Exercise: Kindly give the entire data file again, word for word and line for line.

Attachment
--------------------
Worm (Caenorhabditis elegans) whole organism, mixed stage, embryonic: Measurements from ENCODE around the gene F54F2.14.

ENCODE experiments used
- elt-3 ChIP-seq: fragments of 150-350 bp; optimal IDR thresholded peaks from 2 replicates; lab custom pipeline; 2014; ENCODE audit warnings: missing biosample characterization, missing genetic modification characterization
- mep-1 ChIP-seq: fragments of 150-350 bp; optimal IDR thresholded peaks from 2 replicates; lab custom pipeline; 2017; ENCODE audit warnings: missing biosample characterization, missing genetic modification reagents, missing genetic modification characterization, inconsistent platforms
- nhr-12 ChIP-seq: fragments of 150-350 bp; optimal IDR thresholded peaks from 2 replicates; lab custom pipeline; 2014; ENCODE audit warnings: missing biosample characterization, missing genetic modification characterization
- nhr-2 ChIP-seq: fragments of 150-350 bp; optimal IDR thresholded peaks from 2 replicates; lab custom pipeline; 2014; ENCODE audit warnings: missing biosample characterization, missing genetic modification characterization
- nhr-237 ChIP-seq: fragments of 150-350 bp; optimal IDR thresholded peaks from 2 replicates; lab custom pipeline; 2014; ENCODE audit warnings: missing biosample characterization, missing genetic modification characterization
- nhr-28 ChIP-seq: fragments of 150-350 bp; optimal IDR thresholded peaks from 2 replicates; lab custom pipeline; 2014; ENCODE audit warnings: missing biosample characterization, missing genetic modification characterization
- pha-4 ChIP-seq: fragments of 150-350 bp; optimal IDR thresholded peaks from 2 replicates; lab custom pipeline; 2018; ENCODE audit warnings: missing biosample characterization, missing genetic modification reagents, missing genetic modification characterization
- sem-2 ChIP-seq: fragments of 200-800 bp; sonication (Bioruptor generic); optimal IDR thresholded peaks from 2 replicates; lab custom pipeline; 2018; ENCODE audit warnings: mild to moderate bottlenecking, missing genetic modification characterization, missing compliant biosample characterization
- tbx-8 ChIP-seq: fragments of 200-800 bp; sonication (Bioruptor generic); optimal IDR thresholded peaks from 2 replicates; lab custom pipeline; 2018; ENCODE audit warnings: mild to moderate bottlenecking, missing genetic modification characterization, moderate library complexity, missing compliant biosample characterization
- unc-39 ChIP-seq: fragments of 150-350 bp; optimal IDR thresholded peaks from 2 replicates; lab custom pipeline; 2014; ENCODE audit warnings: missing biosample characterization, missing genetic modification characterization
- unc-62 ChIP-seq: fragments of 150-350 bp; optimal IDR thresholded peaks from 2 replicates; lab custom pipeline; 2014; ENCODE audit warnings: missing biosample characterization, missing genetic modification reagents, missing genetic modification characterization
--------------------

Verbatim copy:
Worm (Caenorhabditis elegans) whole organism, mixed stage, embryonic: Measurements from ENCODE around the gene F54F2.14.

ENCODE experiments used
- elt-3 ChIP-seq: fragments of 150-350 bp; optimal IDR thresholded peaks from 2 replicates; lab custom pipeline; 2014; ENCODE audit warnings: missing biosample characterization, missing genetic modification characterization
- mep-1 ChIP-seq: fragments of 150-350 bp; optimal IDR thresholded peaks from 2 replicates; lab custom pipeline; 2017; ENCODE audit warnings: missing biosample characterization, missing genetic modification reagents, missing genetic modification characterization, inconsistent platforms
- nhr-12 ChIP-seq: fragments of 150-350 bp; optimal IDR thresholded peaks from 2 replicates; lab custom pipeline; 2014; ENCODE audit warnings: missing biosample characterization, missing genetic modification characterization
- nhr-2 ChIP-seq: fragments of 150-350 bp; optimal IDR thresholded peaks from 2 replicates; lab custom pipeline; 2014; ENCODE audit warnings: missing biosample characterization, missing genetic modification characterization
- nhr-237 ChIP-seq: fragments of 150-350 bp; optimal IDR thresholded peaks from 2 replicates; lab custom pipeline; 2014; ENCODE audit warnings: missing biosample characterization, missing genetic modification characterization
- nhr-28 ChIP-seq: fragments of 150-350 bp; optimal IDR thresholded peaks from 2 replicates; lab custom pipeline; 2014; ENCODE audit warnings: missing biosample characterization, missing genetic modification characterization
- pha-4 ChIP-seq: fragments of 150-350 bp; optimal IDR thresholded peaks from 2 replicates; lab custom pipeline; 2018; ENCODE audit warnings: missing biosample characterization, missing genetic modification reagents, missing genetic modification characterization
- sem-2 ChIP-seq: fragments of 200-800 bp; sonication (Bioruptor generic); optimal IDR thresholded peaks from 2 replicates; lab custom pipeline; 2018; ENCODE audit warnings: mild to moderate bottlenecking, missing genetic modification characterization, missing compliant biosample characterization
- tbx-8 ChIP-seq: fragments of 200-800 bp; sonication (Bioruptor generic); optimal IDR thresholded peaks from 2 replicates; lab custom pipeline; 2018; ENCODE audit warnings: mild to moderate bottlenecking, missing genetic modification characterization, moderate library complexity, missing compliant biosample characterization
- unc-39 ChIP-seq: fragments of 150-350 bp; optimal IDR thresholded peaks from 2 replicates; lab custom pipeline; 2014; ENCODE audit warnings: missing biosample characterization, missing genetic modification characterization
- unc-62 ChIP-seq: fragments of 150-350 bp; optimal IDR thresholded peaks from 2 replicates; lab custom pipeline; 2014; ENCODE audit warnings: missing biosample characterization, missing genetic modification reagents, missing genetic modification characterization